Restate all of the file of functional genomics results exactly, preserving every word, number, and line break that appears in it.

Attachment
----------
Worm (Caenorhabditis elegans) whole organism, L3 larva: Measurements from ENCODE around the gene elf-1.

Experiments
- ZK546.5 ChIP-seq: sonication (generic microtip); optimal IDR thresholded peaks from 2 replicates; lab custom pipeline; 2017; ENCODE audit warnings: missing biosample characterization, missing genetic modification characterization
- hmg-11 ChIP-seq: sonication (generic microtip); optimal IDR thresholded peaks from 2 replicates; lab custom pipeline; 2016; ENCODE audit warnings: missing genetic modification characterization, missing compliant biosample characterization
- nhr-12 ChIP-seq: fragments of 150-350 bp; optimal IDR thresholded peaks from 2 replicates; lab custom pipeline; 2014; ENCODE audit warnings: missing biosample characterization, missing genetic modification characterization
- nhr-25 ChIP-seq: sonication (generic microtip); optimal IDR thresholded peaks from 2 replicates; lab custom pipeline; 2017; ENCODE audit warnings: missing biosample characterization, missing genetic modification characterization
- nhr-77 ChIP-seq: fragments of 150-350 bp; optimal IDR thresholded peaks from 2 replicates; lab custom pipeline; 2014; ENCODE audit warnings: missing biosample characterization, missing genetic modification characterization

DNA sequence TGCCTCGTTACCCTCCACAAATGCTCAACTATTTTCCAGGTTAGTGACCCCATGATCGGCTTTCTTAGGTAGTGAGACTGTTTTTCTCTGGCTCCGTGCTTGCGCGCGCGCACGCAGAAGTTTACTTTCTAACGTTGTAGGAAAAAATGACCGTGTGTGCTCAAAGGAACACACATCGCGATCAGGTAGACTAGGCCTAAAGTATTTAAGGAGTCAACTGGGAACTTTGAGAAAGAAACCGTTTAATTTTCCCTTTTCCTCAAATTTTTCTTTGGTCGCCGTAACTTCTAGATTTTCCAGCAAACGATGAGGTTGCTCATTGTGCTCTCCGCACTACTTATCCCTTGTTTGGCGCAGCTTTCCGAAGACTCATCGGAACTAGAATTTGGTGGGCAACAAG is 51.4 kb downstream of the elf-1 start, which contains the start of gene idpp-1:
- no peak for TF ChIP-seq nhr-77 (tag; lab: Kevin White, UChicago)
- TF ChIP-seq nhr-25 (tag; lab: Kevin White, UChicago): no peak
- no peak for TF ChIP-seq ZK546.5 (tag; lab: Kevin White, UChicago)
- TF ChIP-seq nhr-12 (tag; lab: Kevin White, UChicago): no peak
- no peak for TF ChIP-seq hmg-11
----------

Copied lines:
Worm (Caenorhabditis elegans) whole organism, L3 larva: Measurements from ENCODE around the gene elf-1.

Experiments
- ZK546.5 ChIP-seq: sonication (generic microtip); optimal IDR thresholded peaks from 2 replicates; lab custom pipeline; 2017; ENCODE audit warnings: missing biosample characterization, missing genetic modification characterization
- hmg-11 ChIP-seq: sonication (generic microtip); optimal IDR thresholded peaks from 2 replicates; lab custom pipeline; 2016; ENCODE audit warnings: missing genetic modification characterization, missing compliant biosample characterization
- nhr-12 ChIP-seq: fragments of 150-350 bp; optimal IDR thresholded peaks from 2 replicates; lab custom pipeline; 2014; ENCODE audit warnings: missing biosample characterization, missing genetic modification characterization
- nhr-25 ChIP-seq: sonication (generic microtip); optimal IDR thresholded peaks from 2 replicates; lab custom pipeline; 2017; ENCODE audit warnings: missing biosample characterization, missing genetic modification characterization
- nhr-77 ChIP-seq: fragments of 150-350 bp; optimal IDR thresholded peaks from 2 replicates; lab custom pipeline; 2014; ENCODE audit warnings: missing biosample characterization, missing genetic modification characterization

DNA sequence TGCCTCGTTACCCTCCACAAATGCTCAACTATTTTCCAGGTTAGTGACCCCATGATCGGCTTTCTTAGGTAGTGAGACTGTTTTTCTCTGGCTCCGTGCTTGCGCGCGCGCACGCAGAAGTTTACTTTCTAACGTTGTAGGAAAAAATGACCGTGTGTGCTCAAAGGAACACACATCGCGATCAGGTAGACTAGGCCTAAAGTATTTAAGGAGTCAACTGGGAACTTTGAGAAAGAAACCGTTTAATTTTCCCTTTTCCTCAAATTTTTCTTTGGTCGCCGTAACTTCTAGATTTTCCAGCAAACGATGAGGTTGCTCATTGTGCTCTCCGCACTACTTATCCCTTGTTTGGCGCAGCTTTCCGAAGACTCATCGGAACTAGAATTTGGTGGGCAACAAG is 51.4 kb downstream of the elf-1 start, which contains the start of gene idpp-1:
- no peak for TF ChIP-seq nhr-77 (tag; lab: Kevin White, UChicago)
- TF ChIP-seq nhr-25 (tag; lab: Kevin White, UChicago): no peak
- no peak for TF ChIP-seq ZK546.5 (tag; lab: Kevin White, UChicago)
- TF ChIP-seq nhr-12 (tag; lab: Kevin White, UChicago): no peak
- no peak for TF ChIP-seq hmg-11